MY GRINDING EXILE FROM LAS VEGAS will end this coming June. After a delay from a return visit that began as a voluntary money-generating 2007 pause, which became mandatory in November 2006 when I got word that I'd be laid off in four months' time, my reentry into Sin City has, at last, been plotted.
One bit of good news facilitating the trip is that we've had success in making the first new hire in the Central City office. By the end of this month, I'll have a new editor-in-chief, as long as the person doesn't freak and back out. Though there will be an extended transition period between my current and future managing editors (MEs), and also some effort to bring this April hire (who will be my immediate boss) up to speed, having any help with production and editing will be most welcome.
To digress, the April issue went to press a week ago, three days sooner than the March one — and with the same staff. We had to cut a couple of articles for space purposes, which saved me writing time . . . which I ended up needed after 5:00 that day, when I cranked out two short columns in 40 minutes to complete the issue and get it out the door. I had a ton of well-timed help from the ME — with whom, I realize, I can actually work well in a fast-moving situation, far more easily than my former coworkers could — and our artist, who bounced everything we gave him out to prepress as soon as it hit his desk. By closing the issue Wednesday night, we dodged a huge markup on postage fees, which we'd only found out about that previous Monday. For avoiding this overcharge, the ME graciously gave the artist and me giftcards this week to thank us for our diligence. (She was particularly stunned I was able to pump out those two stories in such short notice. I hope the amazement carries forward onto my review!)
I think the measures I took after the chest pains a month and change ago to get the April issue launched earlier, and all parties concerned on board with what needed to be done in light of the short staff, were key to shaving three days off the schedule. We may be able to keep that momentum for the May issue; the content we bumped from April to May gave me a head start, and I've turned over a number of items to the artist thus far this week. I felt comfortable enough to book a personal day for next Thursday to put in some volunteer work down at WFMU.
But most important, I feel like I will have the freedom to return to my usual summer habit of spending a long week in Las Vegas.
I was shocked, when I booked the flight a few weeks ago, at how cheap it was. This was around when crude oil spurted past $100/barrel. I had expected Continental to have tacked on a fuel surcharge of anywhere from $20 to $50. Not so; with the fees and terror tax tacked on, $260 round trip from Newark. That's cheaper than a few years back. I guess the fuel-arbitrage desk at Continental HQ is earning its keep.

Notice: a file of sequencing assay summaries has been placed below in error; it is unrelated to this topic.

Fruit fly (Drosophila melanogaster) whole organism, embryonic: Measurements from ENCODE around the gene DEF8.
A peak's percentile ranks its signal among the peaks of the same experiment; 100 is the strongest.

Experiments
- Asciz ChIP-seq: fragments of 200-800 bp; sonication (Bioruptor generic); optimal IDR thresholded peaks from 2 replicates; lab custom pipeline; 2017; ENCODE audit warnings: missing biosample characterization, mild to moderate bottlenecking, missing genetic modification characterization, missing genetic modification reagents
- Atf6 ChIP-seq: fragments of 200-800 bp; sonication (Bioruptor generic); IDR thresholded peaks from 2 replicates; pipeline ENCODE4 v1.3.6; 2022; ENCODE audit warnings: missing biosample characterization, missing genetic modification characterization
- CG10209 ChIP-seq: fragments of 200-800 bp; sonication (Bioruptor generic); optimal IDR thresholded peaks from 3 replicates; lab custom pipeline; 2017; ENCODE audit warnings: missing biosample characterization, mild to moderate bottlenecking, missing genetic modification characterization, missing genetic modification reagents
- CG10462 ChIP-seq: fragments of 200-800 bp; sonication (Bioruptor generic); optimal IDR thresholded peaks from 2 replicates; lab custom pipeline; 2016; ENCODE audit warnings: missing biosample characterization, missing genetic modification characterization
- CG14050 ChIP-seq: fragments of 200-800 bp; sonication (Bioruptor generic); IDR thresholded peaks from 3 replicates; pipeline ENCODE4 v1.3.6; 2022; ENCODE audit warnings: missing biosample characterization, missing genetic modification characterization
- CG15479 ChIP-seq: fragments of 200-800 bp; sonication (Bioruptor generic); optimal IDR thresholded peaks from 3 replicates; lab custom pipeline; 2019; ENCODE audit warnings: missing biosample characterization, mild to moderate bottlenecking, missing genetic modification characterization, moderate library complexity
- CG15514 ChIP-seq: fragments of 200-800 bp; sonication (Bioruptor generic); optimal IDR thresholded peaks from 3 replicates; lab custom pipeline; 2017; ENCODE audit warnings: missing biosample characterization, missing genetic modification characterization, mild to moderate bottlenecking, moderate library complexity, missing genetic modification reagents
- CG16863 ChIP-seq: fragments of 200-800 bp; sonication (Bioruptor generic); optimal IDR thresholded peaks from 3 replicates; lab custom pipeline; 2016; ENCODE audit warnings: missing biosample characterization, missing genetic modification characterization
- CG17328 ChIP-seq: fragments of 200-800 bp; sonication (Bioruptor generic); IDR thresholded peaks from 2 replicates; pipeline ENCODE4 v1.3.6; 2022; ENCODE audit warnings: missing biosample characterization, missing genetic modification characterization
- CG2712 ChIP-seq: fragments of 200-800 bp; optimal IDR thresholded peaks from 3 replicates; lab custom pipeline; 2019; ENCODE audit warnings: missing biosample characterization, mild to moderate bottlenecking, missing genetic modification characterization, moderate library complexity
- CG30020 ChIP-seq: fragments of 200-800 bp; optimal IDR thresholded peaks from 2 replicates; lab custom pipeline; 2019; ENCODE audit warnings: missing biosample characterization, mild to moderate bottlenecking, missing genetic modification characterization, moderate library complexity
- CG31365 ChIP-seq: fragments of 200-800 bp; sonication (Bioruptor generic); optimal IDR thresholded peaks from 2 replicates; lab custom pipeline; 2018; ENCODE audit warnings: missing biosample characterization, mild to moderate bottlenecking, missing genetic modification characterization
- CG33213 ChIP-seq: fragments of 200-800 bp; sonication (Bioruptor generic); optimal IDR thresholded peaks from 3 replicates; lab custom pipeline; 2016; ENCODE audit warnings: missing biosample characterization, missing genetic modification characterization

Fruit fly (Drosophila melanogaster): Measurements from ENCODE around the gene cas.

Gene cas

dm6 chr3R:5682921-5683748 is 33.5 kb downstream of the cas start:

Besides, I had a better use for the leftover money:
That's right. I've had enough of waiting for $39/$69 mail offers from the Golden Nugget or staying at the oddly smelling Plaza in Downtown to save a few extra bux for a rental car. I took 2007 off for a reason: to save bread for a full hotel experience. I can think of few better places to do so than Steve Wynn's mad chocolate Death Star in the desert.
I've stayed in very nice chain hotels — the Doubletree properties in Philadelphia and Chicago, and a particularly attractive Hyatt in Morristown, NJ, for a wedding — and the rooms I had at the Golden Nugget and the Flamingo in Vegas were quite serviceable. But I am seeking an enveloping escape. I've walked through Wynn a number of times in past visits, and if the rooms are anything like the casino and other public areas, I should be all set.
I also wouldn't mind picking up a few of these from the Wynn Poker Room —
— or perhaps their red-hued $5 cousins. I'll see what I can do. I didn't tie myself down to the 6 hours the poker room would've wanted to get a discounted room, as the competition there is supposed to be tough. I want the freedom to rove around to other poker rooms and not be forced to grind it out at Wynn, which altogether makes the game more like a job. And that is precisely the one word I don't want to use while out in Vegas.
So I will spend the next two months or so in a mounting frenzy, with the liberating plane flight drawing closer with agonizing slothfulness, with the glowing reward of Las Vegas awaiting me seemingly just out of reach. I can't tell you how much I am looking forward to it.